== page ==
The emphasis, therefore, should be on enhancing the employee experience, creating individual spaces for teams to gravitate towards and feel a connection to, while retaining fluidity around how that works for all colleagues.
At Unispace, we designed our ‘Propeller’ framework to help businesses shift the focus away from individual desk space and concentrate instead on social experiences that reinforce brand, culture, innovation and problem-solving. For some businesses, this may centre around team-building days, for others it might mean a variety of brainstorming sessions.
The importance of tech
Critical to underpinning company culture and ensuring employees stay physically and emotionally connected – wherever they are – is technology.
A recent Unispace survey showed that 40 per cent of European employers expect to see growth in technology as businesses transition to hybrid working. This is driving innovation in meeting and collaboration technology such as Agora that offers a 3-D virtual space that people can explore, mingle in, and attend more formal events such as meetings and presentations.
However, there is no one-size-fits-all solution. Rather, decisions about technology in the workplace must be centred around how employees will use and benefit from it. Again, information gathering is key here – asking for employee feedback on the business’ technology and analysing this data will allow businesses to provide the infrastructure that best supports employees both at home and in the workplace.
Making hybrid working work
The most successful hybrid working models will see full or part-time remote workers fully integrated with the team no matter where they are, and ensuring that employee concerns about performance not being recognised do not bear out.
Organisations choosing a hybrid working model must strive to give both in-office and remote workers the same experience and level of interaction. It’s not just the technology that will help with this integration; regular one-to-ones and open communication from managers and other senior team members will help employees continue to feel listened to and valued, too.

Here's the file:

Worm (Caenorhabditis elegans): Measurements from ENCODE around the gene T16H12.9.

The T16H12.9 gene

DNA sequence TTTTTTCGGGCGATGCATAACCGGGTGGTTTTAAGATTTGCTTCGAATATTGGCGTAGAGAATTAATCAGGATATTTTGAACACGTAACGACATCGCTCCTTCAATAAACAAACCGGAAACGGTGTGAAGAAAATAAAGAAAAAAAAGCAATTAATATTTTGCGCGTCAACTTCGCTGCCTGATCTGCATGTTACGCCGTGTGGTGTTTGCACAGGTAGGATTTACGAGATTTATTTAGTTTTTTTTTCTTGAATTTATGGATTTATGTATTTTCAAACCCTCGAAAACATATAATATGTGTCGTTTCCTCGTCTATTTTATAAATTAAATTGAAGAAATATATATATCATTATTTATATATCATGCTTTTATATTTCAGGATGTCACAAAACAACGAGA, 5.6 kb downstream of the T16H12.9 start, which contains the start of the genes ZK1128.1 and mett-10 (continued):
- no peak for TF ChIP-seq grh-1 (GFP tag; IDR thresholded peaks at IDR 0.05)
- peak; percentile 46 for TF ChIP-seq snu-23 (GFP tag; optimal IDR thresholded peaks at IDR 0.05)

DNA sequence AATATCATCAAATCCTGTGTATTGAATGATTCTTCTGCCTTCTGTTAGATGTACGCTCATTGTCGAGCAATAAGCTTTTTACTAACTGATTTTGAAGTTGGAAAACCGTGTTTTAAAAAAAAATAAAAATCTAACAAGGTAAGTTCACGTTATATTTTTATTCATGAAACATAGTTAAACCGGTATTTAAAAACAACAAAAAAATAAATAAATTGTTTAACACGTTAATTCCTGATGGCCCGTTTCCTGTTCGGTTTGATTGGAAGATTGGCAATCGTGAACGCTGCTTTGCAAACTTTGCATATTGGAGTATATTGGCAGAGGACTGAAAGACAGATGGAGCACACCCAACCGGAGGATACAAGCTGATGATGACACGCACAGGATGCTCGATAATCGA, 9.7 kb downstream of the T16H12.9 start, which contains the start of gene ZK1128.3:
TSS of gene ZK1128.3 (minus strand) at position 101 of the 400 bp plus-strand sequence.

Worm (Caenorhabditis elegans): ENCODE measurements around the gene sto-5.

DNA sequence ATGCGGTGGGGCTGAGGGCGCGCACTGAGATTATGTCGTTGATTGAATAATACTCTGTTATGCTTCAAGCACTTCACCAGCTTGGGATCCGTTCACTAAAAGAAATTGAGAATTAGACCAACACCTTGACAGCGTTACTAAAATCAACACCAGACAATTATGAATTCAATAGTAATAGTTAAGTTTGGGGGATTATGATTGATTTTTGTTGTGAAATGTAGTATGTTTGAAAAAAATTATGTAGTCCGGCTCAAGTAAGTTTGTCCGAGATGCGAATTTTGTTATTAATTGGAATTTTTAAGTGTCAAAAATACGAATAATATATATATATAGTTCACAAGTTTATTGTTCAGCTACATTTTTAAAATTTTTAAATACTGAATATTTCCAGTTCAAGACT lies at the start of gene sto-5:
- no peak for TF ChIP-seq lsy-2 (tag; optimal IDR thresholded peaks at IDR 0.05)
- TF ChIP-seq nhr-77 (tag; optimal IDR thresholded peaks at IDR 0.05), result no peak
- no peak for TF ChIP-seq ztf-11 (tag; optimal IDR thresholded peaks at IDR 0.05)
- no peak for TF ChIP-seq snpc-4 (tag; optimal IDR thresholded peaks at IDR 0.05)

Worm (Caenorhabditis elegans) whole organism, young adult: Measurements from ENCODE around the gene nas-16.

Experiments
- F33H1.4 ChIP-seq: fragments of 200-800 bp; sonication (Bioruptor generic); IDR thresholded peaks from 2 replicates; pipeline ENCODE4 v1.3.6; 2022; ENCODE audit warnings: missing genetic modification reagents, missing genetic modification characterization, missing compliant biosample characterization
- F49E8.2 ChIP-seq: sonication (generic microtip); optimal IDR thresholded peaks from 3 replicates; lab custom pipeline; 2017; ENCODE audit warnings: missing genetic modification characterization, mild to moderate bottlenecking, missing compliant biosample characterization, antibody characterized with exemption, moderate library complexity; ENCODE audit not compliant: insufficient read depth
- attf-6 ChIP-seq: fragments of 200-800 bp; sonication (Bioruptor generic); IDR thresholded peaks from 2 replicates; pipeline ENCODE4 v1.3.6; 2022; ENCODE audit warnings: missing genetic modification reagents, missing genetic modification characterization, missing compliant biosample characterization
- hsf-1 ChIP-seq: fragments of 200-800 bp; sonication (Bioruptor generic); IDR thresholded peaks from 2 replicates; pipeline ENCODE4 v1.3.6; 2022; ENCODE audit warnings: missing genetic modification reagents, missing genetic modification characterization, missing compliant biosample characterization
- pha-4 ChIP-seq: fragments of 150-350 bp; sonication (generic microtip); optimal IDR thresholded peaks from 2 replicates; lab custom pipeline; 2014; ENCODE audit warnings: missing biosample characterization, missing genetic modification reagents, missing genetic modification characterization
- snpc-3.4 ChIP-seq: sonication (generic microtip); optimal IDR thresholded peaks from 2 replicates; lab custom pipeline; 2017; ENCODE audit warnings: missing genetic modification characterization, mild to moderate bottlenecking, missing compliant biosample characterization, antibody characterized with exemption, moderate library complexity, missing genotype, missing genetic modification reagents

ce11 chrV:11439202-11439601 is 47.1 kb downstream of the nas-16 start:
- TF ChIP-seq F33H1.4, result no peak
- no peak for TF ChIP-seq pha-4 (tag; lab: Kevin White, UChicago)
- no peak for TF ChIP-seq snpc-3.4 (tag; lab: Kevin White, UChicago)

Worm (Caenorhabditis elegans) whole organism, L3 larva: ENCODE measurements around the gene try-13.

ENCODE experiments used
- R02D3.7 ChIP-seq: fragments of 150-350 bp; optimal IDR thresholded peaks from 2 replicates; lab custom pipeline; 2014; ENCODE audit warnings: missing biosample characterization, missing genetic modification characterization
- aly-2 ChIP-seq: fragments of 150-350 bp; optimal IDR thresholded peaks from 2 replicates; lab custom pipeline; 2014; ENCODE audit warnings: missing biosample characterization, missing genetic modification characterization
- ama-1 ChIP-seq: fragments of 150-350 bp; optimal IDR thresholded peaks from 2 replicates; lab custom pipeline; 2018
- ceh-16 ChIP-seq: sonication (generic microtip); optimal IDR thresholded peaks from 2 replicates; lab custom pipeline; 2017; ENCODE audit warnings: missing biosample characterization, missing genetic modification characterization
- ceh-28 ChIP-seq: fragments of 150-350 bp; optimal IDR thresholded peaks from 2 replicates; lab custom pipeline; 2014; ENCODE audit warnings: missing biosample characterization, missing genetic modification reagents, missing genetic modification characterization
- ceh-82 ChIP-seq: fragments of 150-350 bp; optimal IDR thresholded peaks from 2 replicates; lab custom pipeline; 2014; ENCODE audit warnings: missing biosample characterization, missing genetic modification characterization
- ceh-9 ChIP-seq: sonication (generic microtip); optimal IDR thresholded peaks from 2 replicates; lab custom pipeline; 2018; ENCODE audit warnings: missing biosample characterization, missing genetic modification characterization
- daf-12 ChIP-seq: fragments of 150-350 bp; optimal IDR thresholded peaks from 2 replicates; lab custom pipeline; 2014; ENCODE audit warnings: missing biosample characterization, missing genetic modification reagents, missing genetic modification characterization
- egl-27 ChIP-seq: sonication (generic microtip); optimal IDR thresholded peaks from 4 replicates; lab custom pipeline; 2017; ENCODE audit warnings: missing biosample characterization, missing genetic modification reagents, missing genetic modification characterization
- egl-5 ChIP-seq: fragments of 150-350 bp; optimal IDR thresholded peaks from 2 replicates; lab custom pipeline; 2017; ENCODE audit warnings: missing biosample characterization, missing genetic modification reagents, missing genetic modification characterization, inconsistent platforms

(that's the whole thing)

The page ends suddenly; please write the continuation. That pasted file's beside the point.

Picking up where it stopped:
A final factor to consider when devising a hybrid working strategy is the number of locations the business operates in. Whether a business is a multinational operating across several countries globally, or a domestic organisation with a few regional offices, a holistic approach is critical.
Too often, businesses think about hybrid working in terms of real estate – indeed, nearly 75 per cent of the world’s largest employers we surveyed anticipate launching new workplace projects by the end of 2021. In reality, it’s about setting out a framework that can be deployed across all sites, which sets out the vision, culture and direction of the overall business.
Putting together a framework for all offices to follow not only means they share the same starting point and end goal but gives them the freedom and flexibility to adapt it to their own needs, nuances and if needed, any future restrictions at a local or national level.
Covid-19 has challenged businesses in a way that would have been almost unimaginable a few years ago, but it has given employees and management the opportunity to reimagine and redesign the way they work.
Employees have come to expect a different experience, and organisations must respond to those changing needs by designing a workplace that is fit for purpose based on individual data and insights from the people working there. Organisations that embrace a holistic, people-first approach to hybrid working will be the biggest winners, realising the benefits in retention of existing colleagues, attraction of new ones and higher employee engagement in the new world of work.